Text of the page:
International Regulations and the Stranglehold on American Supply Chains
The dispute concerning chemical regulation rages on – Congress had its first hearing on the Safe Cosmetics Act. The outcome of these hearings is that the FDA has decided against the regulation of bisphenol-A in food packaging. So this leaves us with this question; what if anything will be done to update the thirty-six year old Toxic Substance Control Act.
The reaction from environmental groups is one of regret. They feel the opportunity to adopt and approve such legislation has come and gone. Large scale reform by the United States Congress has been spoiled by bickering within the environmental health movement. However, that does not mean that U. S. companies won’t have to endure regulations from the rest of the world.
With the European Unions’ Registration, Evaluation, Authorization and Restriction (REACH) any company that sells into the European Union now must avoid chemicals deemed toxic and comply with REACH. It is not just European regulations that have American companies up in arms and rethinking their products. The Canadian government voted to ban an antibacterial ingredient as toxic. This could mean the end for antibacterial ingredients.
The push to acquire loads of new data from suppliers is an arduous task. However, some companies are seeing that once they get past the money, time and effort spent to build more robust tracking systems, can lead to product innovation and companywide savings.
From 2007 to 2009 there has been an estimated rise of nearly 70% in regulations related to product and materials – RoHS, WEEE and REACH – adapted in different nations attacking the same issues. Not only are those but regulations becoming stricter and stricter. We are most assuredly reaching the point where companies will require a firm understanding of the chemicals and other substances which make up the products they which to sell.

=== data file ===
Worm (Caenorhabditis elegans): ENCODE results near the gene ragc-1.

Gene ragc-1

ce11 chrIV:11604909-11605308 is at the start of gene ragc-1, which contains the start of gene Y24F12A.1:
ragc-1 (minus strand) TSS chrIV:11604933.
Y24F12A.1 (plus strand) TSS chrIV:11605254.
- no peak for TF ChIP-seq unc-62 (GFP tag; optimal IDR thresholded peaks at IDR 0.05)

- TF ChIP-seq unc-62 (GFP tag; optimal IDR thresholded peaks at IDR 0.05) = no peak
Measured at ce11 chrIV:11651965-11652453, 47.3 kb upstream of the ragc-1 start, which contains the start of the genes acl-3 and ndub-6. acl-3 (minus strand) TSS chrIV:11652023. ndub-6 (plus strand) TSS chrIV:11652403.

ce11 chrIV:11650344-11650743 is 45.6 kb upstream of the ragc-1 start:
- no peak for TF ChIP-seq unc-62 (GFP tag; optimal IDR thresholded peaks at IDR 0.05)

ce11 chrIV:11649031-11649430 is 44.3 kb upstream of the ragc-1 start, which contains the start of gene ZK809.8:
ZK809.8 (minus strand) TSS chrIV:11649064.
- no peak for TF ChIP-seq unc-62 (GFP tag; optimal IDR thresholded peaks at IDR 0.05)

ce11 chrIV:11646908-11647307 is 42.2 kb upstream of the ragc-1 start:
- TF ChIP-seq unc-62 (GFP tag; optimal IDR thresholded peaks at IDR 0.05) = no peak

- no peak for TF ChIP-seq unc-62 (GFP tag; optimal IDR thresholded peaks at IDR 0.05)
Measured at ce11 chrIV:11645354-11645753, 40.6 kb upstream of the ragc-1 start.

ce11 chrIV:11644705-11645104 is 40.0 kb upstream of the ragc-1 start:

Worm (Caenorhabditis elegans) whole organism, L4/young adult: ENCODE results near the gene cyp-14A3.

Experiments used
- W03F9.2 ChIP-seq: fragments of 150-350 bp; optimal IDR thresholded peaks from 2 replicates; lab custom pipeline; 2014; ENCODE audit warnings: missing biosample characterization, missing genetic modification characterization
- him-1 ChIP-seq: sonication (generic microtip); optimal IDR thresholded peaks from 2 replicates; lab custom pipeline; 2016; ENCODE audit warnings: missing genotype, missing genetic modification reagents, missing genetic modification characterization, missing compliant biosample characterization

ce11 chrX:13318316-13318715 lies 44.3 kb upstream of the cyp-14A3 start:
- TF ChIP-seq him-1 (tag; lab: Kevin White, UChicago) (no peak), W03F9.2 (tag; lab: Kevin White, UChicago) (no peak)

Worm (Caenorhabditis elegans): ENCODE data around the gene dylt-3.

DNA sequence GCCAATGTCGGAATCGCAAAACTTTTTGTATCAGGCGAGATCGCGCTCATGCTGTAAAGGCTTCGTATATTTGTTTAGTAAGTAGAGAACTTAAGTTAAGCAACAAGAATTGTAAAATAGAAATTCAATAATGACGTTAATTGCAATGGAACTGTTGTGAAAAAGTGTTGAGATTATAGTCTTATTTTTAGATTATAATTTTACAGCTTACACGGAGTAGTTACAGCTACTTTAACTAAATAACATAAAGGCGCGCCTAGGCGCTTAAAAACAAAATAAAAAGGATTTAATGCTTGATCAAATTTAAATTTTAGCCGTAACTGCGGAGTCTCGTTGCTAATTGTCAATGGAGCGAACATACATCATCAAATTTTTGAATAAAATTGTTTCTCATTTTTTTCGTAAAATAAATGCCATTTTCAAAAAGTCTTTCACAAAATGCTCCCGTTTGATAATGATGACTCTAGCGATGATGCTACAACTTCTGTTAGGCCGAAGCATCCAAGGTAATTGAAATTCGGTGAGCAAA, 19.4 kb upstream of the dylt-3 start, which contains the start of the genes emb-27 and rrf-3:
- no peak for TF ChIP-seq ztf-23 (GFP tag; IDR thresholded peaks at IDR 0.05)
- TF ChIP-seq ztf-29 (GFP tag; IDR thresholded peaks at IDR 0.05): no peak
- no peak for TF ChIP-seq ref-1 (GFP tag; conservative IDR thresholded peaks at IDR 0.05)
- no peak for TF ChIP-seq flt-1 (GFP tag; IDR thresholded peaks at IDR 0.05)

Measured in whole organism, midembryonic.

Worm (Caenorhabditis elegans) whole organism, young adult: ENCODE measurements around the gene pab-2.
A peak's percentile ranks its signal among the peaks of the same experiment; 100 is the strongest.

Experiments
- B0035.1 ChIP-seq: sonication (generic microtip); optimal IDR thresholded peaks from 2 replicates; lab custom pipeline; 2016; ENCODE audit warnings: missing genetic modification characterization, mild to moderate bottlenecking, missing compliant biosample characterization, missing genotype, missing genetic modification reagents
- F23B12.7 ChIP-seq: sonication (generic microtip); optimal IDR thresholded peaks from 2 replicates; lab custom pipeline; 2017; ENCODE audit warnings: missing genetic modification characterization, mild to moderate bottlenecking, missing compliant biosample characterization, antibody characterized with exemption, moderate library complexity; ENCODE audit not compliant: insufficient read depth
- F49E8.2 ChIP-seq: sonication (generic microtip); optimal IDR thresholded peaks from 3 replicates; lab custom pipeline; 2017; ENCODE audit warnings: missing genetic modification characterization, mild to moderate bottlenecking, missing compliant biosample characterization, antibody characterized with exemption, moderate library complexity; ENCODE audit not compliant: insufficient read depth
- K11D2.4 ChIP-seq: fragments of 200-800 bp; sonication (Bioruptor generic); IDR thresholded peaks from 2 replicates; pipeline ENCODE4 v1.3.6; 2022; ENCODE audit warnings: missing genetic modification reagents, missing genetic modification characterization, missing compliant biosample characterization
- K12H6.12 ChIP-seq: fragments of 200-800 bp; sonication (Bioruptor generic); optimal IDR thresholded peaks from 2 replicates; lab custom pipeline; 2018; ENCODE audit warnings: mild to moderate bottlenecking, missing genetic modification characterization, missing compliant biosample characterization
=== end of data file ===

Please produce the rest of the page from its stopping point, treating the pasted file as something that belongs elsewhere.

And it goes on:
SAP has become a major player in this field. Their software enables companies to track product composition and be in compliance with multiple regulations. SAP accomplishes this by creating databases that are able to use the bill of materials (BOM), match them to know substances, analyze components and finished goods for compliance. It is not an easy task or a cheap one but there are companies using the system to great results – time reduced to deal with regulatory issues is 60 to 70 percent.
This time savings translates directly to other areas of the supply chain. Due to all parts and products being catalogued in a database a company’s time to change or revise engineering change orders has been reduced proportionately. This effort leads to value engineering.
At present most companies are dealing with the regulations as they arise. Most companies are waiting for the day when all of this data gathering for compliance regulations will deliver a competitive advantage.
In certain markets and with certain products there is a huge advantage to being able to sell your product as environmentally preferable. Of course, you had better be sure no one can prove you wrong.
There is one area where a fir m needs to be careful in dealing with compliance and innovation – substituting a known toxic material with an alternative. Unfortunately, substitutions happen all the time, whether companies realize or not that these substitutions can be just as dangerous or harmful.
Some examples are:
- Replacing lead in gas with MTBE. This was replacing an airborne carcinogen with an aquatic toxin.
- Electronics industry in Europe was forced to get rid of lead in solder but its replacement – tin-silver-copper – was not environmentally an improvement.
- The pesticide industry is full of these stories. Too many to go into details now.
Too often, these regulations are put into place without due diligence of checking their replacements. If you don’t make researching the substitutions part of the regulation then this is what will happen.